Rain, Woodend, Jamps’ End

The sound of constant and gentle rain can often bring a calming effect. As I type this entry, the rain that had started late yesterday arvo continues to soak the lawn that I had mowed on Saturday.

The James Sterling hedge had become unwieldy, with thick and luscious leaves and branches jutting out in all directions. So after the usual Saturday morning brekky of eggs on avo and toast that Tress whipped up, I pulled up the ladder, extension cables, ear mufflers, and the hedge sweeper. I dragged the green bin in from the front and started work. Some 4 hours later, the exterior of our home looked a bit neater. I said to Tress last night, as I looked out the front windows at the pouring rain, that a good soaking of a freshly mowed lawn always look good.

We had just returned from Woodend, having spent the arvo with Ruth my cousin and Jon her husband and little Micah, their charming 5 year old. We brought the little black jedi along with us. Their home is about 100km from from us, on the way to beautiful Daylesford and as the crow flies to the beautiful Macedon/Hanging Rock. Their 5 acre hobby farm home has always been an attraction for our visiting overseas or interstate relos. A dozen or so sheep, a few alpacas, chooks, fruit trees and vege garden keep them busy. These, on top of already busy lives. Ruth is a doctor with a geriatric practice and she told us how the virus has escalated her work in recent months. It has been a really stressful time for medical workers and it’s great to hear they will, at long last, have a break in a week’s time.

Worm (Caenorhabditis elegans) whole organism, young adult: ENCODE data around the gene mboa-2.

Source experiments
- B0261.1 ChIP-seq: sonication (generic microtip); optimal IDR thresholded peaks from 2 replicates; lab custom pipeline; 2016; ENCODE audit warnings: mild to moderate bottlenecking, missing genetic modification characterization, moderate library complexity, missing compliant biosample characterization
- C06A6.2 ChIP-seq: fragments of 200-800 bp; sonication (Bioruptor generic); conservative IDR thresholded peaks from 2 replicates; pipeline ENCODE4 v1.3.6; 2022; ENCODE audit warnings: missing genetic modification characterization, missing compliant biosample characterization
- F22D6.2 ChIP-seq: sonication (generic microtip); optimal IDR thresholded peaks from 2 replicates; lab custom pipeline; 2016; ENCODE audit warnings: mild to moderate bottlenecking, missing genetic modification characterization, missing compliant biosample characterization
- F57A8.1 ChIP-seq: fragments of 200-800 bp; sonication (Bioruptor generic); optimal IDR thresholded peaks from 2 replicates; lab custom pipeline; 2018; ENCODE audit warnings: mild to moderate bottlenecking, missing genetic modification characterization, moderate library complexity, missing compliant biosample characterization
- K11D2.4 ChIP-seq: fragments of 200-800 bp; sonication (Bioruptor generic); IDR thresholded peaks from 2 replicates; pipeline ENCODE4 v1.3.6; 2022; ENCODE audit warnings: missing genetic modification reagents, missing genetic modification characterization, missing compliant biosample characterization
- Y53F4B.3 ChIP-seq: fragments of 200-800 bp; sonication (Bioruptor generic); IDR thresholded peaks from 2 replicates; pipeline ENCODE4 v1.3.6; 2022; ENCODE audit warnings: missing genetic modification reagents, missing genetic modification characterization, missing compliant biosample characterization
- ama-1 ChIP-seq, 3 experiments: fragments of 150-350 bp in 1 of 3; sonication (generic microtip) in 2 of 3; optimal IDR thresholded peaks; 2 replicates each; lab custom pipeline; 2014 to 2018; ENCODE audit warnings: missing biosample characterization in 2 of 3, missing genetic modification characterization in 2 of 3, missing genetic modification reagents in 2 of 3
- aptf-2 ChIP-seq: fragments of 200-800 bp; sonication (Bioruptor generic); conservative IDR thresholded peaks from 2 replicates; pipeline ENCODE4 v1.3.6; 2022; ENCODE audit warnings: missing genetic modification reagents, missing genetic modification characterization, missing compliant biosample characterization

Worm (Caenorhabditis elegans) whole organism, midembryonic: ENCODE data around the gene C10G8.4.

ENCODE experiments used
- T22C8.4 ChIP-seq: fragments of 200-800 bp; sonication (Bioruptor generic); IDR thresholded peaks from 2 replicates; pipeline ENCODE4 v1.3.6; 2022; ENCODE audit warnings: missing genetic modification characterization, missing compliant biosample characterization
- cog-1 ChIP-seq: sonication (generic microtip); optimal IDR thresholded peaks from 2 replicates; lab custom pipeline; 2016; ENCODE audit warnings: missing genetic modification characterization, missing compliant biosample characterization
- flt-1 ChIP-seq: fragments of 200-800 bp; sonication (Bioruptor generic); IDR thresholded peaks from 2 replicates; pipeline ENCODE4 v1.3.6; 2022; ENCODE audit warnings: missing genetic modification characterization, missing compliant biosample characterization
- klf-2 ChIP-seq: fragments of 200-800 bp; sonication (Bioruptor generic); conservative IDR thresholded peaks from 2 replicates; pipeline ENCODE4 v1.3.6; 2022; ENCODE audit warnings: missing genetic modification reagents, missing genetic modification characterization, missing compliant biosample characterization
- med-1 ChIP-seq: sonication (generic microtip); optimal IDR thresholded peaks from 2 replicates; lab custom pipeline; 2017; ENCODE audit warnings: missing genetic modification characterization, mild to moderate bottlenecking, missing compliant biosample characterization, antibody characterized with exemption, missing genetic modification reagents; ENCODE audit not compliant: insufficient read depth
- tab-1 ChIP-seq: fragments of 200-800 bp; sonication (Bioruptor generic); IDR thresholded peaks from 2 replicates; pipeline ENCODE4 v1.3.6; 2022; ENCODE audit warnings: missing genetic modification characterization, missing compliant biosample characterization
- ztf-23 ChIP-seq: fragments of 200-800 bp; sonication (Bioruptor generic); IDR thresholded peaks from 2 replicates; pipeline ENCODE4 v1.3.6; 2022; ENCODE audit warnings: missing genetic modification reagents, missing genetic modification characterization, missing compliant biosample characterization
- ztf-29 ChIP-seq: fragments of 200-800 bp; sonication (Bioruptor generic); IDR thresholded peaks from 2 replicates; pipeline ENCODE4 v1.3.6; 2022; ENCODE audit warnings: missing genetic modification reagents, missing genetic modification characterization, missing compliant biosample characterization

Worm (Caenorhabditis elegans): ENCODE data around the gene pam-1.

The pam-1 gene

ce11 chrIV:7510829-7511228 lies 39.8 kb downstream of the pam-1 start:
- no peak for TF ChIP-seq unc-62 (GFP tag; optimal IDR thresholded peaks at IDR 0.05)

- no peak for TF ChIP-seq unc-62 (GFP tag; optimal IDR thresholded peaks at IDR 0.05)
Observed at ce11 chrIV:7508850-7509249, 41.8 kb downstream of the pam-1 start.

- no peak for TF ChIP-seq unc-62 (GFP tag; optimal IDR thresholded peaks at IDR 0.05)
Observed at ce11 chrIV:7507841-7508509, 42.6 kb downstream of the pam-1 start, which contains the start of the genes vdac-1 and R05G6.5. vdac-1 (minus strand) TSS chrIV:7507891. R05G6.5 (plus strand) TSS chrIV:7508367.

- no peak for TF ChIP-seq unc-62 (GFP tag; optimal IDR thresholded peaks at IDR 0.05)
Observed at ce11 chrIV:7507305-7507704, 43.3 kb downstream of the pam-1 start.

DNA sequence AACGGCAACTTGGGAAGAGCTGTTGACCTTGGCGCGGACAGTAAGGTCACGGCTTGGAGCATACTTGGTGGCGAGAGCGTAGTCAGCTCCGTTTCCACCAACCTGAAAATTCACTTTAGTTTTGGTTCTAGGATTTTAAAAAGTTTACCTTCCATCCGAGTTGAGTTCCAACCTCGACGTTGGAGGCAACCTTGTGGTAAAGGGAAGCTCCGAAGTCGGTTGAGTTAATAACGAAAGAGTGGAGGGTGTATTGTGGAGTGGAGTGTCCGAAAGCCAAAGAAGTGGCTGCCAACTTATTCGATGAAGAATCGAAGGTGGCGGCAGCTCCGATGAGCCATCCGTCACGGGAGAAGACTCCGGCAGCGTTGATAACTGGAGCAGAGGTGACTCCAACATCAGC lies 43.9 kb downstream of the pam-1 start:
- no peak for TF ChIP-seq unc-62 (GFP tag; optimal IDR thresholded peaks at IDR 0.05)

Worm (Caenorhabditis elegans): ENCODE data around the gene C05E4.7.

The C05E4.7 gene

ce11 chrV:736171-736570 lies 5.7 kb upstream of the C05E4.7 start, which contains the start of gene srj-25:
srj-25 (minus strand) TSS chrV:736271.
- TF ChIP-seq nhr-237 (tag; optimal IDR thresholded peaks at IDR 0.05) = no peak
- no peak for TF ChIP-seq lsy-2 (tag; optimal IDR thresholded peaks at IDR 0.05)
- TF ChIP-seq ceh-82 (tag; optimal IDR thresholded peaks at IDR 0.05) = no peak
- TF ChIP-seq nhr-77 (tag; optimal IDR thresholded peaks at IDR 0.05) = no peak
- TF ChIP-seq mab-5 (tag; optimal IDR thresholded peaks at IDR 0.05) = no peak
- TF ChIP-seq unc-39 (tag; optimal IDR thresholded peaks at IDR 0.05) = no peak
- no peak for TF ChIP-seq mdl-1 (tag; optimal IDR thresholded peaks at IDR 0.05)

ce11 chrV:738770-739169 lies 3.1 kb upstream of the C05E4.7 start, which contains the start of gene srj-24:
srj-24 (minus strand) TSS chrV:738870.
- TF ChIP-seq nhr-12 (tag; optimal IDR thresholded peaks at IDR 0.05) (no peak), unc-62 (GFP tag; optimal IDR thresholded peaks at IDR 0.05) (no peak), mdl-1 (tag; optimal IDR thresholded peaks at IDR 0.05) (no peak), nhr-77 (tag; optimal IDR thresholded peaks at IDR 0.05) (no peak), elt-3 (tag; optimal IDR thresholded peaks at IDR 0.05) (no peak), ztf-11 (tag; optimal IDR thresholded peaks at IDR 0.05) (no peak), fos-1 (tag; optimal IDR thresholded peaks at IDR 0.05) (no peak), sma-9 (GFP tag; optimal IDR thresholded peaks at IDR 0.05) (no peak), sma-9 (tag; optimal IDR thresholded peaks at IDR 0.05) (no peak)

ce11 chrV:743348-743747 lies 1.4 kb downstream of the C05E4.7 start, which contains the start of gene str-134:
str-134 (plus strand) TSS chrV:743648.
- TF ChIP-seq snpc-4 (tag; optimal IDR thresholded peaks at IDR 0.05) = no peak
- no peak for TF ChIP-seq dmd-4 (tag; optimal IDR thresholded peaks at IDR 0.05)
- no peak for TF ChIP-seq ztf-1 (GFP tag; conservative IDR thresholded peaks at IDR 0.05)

People are travelling again. It was Warburton for us last weekend and Woodend yesterday. It would be Bright and Phillip Island for the French family later this week. It feels good to be liberated again. Starting today, I no longer have to wear a mask when I go out for my daily walks.

At the same time however, some damage would not see any reversal. A cousin of Tress has had a cafe for many years and in recent weeks, I have been in contact to support them in their travails. Yesterday, they messaged me to say they will shut the business. It cannot be saved any longer. I said I would help with some legal loose ends. Ruth also spoke of patients that died. We also spoke about churches that saw people falling through the cracks. I said I have been disengaged with online services and many like me, may be cut off altogether, never to return.

The calming sounds of the rain outside can be mesmerizing. Calmingly so. Thank God for rain.